There are those who think DJ Vlad is a culture vulture and that his show is a mouse trap for rappers to incriminate themselves on camera. There are artists, most notably Rick Ross, who flat out don’t like him, which has led to at least one public encounter that allegedly went way left. But what can’t be denied is that VladTV is one of the most recognizable platforms in hip-hop media. While Vlad might not get the A-list talent and star power that some of his contemporaries do, he still manages to go viral due to his ability to extract information out of his guests. He created viral moments with 21 Savage and No Plug by getting them to discuss the death of the late Bankroll Fresh. Both DaBaby and Soulja Boy memorably went on VladTV to detail their respective home invasions. If you are active on rap social media, chances are that there is a VladTV clip on your timeline at least once a week. His style of interviewing—with a camera trained on the subject and the questions coming off-camera—and relentless volume of interview clips has been imitated by newer rap outlets like Say Cheese and Art of Dialogue. If you can’t beat him, guess you might have to join him.
Yung Miami is a relatively new media personality, but her impact is already undeniable. The formula for her show Caresha Please is simple but bulletproof: invite a celebrity (usually a rapper or influencer) with a lot of baggage and grill them for answers to all of the questions you aren’t really supposed to ask, but you know everyone is wondering. On her inaugural episode with Diddy, she asked about the status of their relationship. With G Herbo, she questioned him about cheating allegations in his past relationship with Ari Fletcher. Sure, her show is built on salaciousness and gossip, but it’s her prowess for interrogating in a charming and sexy way that makes it so irresistible.
6. Kai Cenat
Featured on: KaiCenat on Twitch Known for: High-energy content and ridiculous skits Followers: 3.5M YouTube; 4.8M Twitch Most memorable moments: Kai FaceTimes Drake, Kai & Lil Baby, Kai & G Herbo pregnancy simulator
Twitch is the breeding ground for the next generation of influencers and cultural tastemakers, and Kai Cenat is the platform’s young king. The 21-year-old streamer started his career on YouTube, making his first video in 2018 and originally focusing on pranks, reactions, and challenge videos. Cenat reached new heights once he started streaming on Twitch in 2021. Thanks to his energetic personality, endearing sense of humor, and the ability to engage with his guests and audience, Cenat quickly climbed the ranks of Twitch and now sits as the most-subscribed streamer on the platform. Cenat has become a fixture in rap media because, quite simply, rappers enjoy hanging out with him. Some of his most viral moments came alongside the high-profile guests he’s been able to land on his streams—from playing NBA2K with 21 Savage (and making a bet with Drake mid-game) to having G Herbo try out a pregnancy simulator, Cenat lets rappers engage with him in a different way than they would with more traditional media. Cenat’s ascension is a reflection of where the rap media landscape might be headed in the next few years.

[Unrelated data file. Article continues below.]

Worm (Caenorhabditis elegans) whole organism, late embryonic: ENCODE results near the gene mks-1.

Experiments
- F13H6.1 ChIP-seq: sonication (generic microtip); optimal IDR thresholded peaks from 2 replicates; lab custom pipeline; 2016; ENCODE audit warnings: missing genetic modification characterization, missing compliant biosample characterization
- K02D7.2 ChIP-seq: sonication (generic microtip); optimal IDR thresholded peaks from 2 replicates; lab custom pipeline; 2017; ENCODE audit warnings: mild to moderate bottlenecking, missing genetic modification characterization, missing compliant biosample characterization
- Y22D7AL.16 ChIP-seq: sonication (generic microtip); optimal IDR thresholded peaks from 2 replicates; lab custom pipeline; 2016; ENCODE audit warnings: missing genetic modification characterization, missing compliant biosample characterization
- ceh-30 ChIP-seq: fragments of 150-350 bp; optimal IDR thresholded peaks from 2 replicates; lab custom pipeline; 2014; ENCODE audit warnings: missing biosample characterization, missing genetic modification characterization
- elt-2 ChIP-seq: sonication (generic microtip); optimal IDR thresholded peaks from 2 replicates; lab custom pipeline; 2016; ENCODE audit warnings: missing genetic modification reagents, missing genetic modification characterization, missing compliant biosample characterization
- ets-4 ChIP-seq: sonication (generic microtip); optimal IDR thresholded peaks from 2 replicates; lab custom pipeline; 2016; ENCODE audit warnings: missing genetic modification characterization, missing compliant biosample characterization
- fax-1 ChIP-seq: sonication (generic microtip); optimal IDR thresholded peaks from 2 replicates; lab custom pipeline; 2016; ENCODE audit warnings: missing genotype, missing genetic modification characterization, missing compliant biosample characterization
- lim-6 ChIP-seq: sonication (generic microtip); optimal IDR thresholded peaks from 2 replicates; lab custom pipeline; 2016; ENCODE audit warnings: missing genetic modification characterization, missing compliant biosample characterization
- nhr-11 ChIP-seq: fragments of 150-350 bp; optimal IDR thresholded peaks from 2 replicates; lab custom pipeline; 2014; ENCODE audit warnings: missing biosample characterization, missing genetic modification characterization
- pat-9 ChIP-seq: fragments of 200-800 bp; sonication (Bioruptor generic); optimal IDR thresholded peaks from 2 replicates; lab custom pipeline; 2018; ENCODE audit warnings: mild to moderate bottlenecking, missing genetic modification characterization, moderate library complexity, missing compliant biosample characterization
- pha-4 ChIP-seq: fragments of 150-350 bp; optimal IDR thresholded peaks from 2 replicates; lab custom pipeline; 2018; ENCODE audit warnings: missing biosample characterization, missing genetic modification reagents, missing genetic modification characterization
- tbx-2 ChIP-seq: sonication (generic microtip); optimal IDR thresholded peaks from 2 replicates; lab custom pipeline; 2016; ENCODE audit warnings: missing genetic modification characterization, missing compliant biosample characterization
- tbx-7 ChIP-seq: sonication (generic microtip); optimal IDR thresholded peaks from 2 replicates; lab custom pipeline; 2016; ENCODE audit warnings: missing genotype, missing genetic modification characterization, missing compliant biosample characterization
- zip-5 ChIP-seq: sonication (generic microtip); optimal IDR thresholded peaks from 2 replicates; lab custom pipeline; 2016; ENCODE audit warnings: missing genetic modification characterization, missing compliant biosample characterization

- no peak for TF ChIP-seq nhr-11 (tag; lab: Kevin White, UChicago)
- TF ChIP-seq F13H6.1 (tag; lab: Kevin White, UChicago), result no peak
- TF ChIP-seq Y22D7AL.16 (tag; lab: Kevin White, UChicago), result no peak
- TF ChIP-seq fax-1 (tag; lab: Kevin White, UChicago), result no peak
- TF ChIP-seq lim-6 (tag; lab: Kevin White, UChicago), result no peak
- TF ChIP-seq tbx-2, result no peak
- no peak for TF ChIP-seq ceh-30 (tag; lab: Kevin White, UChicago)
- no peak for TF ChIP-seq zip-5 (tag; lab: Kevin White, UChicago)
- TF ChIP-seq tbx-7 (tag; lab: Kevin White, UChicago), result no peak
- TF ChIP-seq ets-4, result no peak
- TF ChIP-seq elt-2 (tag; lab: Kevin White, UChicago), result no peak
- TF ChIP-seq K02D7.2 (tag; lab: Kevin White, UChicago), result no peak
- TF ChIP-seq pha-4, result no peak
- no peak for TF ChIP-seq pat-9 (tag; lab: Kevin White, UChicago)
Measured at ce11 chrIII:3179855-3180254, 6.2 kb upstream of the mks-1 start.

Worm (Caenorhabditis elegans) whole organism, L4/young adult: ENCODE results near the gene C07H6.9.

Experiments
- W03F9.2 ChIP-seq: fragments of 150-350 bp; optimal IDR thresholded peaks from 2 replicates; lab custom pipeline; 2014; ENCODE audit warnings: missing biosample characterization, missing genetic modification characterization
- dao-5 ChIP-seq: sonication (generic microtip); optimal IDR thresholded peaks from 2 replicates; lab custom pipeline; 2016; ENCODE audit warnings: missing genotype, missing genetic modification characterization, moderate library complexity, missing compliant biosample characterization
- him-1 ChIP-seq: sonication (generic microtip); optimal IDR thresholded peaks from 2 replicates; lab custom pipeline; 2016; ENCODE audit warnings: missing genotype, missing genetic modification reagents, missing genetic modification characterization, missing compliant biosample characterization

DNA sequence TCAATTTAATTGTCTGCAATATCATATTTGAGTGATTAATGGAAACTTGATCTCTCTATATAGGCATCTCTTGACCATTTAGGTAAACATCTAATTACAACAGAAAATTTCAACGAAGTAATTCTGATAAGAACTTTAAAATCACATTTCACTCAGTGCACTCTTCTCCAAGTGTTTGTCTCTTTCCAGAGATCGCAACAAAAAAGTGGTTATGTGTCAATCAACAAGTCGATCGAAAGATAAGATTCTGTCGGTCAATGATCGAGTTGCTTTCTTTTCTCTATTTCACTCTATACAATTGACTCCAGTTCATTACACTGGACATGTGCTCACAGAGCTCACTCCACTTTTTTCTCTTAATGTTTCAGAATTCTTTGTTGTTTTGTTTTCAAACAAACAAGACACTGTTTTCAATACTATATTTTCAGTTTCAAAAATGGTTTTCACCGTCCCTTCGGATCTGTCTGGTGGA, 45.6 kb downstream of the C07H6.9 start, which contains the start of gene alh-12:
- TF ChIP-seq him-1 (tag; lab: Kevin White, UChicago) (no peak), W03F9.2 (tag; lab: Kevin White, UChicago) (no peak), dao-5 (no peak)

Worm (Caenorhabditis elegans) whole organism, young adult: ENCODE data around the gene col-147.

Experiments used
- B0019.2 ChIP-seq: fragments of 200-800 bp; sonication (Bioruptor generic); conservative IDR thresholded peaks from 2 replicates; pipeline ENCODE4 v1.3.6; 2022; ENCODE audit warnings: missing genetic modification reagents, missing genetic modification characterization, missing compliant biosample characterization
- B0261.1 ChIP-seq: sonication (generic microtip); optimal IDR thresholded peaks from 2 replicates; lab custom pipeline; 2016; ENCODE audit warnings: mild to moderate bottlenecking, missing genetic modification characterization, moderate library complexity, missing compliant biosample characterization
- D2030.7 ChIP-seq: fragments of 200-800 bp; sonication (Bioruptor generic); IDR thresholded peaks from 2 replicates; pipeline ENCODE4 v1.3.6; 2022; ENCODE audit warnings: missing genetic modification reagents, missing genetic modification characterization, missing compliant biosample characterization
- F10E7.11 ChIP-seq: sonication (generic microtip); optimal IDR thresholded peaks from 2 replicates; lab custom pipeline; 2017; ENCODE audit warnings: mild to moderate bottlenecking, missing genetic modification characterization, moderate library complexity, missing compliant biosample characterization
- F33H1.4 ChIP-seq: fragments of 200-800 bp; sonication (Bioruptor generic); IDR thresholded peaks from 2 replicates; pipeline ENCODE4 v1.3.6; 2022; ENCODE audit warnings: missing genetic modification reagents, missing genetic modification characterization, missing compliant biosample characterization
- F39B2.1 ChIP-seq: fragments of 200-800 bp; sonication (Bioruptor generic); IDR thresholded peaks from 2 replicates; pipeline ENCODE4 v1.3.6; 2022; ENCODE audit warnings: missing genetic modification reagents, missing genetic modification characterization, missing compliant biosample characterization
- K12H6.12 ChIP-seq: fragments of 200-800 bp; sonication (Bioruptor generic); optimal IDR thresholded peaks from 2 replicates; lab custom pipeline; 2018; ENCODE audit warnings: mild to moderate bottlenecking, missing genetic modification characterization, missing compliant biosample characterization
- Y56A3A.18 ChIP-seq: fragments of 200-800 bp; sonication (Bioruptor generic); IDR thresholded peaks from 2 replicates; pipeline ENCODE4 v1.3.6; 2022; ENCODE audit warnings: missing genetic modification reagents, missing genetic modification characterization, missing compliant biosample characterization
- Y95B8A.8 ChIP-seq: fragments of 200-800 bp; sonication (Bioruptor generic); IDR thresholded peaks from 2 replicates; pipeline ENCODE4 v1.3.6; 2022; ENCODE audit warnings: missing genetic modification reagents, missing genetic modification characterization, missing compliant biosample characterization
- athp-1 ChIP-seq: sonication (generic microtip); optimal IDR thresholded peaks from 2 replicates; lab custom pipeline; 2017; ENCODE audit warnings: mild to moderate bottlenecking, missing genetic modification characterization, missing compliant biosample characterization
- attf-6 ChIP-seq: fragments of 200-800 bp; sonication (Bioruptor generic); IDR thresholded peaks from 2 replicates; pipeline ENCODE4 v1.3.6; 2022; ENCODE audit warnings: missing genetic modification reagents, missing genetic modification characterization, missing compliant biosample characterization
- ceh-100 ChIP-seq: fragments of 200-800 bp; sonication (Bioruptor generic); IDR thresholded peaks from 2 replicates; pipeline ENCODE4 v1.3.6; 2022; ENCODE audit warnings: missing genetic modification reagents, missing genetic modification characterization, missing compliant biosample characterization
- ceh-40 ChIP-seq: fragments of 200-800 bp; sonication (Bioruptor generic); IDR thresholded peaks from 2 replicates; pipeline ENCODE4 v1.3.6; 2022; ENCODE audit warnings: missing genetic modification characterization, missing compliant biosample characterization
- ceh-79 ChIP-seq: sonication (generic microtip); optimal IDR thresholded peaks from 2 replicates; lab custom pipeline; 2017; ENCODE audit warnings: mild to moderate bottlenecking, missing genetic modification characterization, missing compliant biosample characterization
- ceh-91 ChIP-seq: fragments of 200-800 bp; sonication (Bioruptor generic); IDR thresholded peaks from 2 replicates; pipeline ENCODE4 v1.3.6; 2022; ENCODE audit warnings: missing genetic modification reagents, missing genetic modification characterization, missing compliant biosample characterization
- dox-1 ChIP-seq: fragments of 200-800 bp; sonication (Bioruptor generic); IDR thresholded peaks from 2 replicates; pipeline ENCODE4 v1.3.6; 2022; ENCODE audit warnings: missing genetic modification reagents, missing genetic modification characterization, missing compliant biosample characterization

Featured on: Drink Champs Known for: Drinking, smoking, and laughing with hip-hop legends Followers: 1.5M IG; 558K Twitter Most memorable moments: Kanye West’s problematic interview; Irv Gotti speaks on Ashanti, ASAP Rocky
N.O.R.E. first grabbed our attention as a chart-topping MC in 1998; since pivoting to a creator and personality in 2017, his show Drink Champs (with co-host DJ EFN) has become the premier interview platform for hip-hop legends like Kanye West and 50 Cent to spill some tea (while, as the name of the show implies, sipping on their alcohol of choice). Having a rich and extensive history with the host allows many of N.O.R.E.’s guests to get comfortable—sometimes too comfortable, as was the case with Kanye. After facing backlash for airing Ye’s comments about Jewish people and George Floyd, N.O.R.E. took Ye’s Drink Champs interview down; it was a moment that illuminated how unfiltered (and inebriated) candor can sometimes go too far. N.O.R.E., as he will often say, is not a professional journalist or interviewer—his tendency to interrupt and talk over guests can get annoying, and he’ll often abandon moments that beg for a follow-up or pushback. Still, there’s rarely a sense he’s prying with malicious intent, and segments like his rapid-fire “QuickTime With Slime” gives his guests space to get spicy without seeming mean-spirited. When a big episode of Drink Champs drops, it’s always appointment viewing.
4. Gillie and Wallo
There aren’t many personalities in hip-hop who offer the blend of comedic value and introspection that Gillie and Wallo do. With their Million Dollaz Worth of Game podcast, which launched in April 2019, the duo alternate between the roles of comedians, interviewers, and elder statesmen delivering wisdom—all in the same episode. Past interviews with King Von, Young Thug, and Pooh Shiesty feel even more relevant today due to the unfortunate events that followed (King Von was murdered in 2020, while Pooh Shiesty and Young Thug are currently incarcerated). In all of these interviews, Gillie and Wallo provide life lessons and wisdom to their guests without coming off as preachy. Gillie can relate to artists because of his past as a rapper, while Wallo acts as a voice of reason, using his 20 years spent in prison to offer life guidance. This balance allows them to connect with guests and make them comfortable, which oftentimes leads to must-see interview moments (and memorable musical intros). The rapid ascension of Million Dollaz Worth of Game over the past four years has been in large part due to the way the duo seems to genuinely care about the subjects they interview. Their relatable style of conversation and commentary is what has made them an important platform in today’s hip-hop media landscape.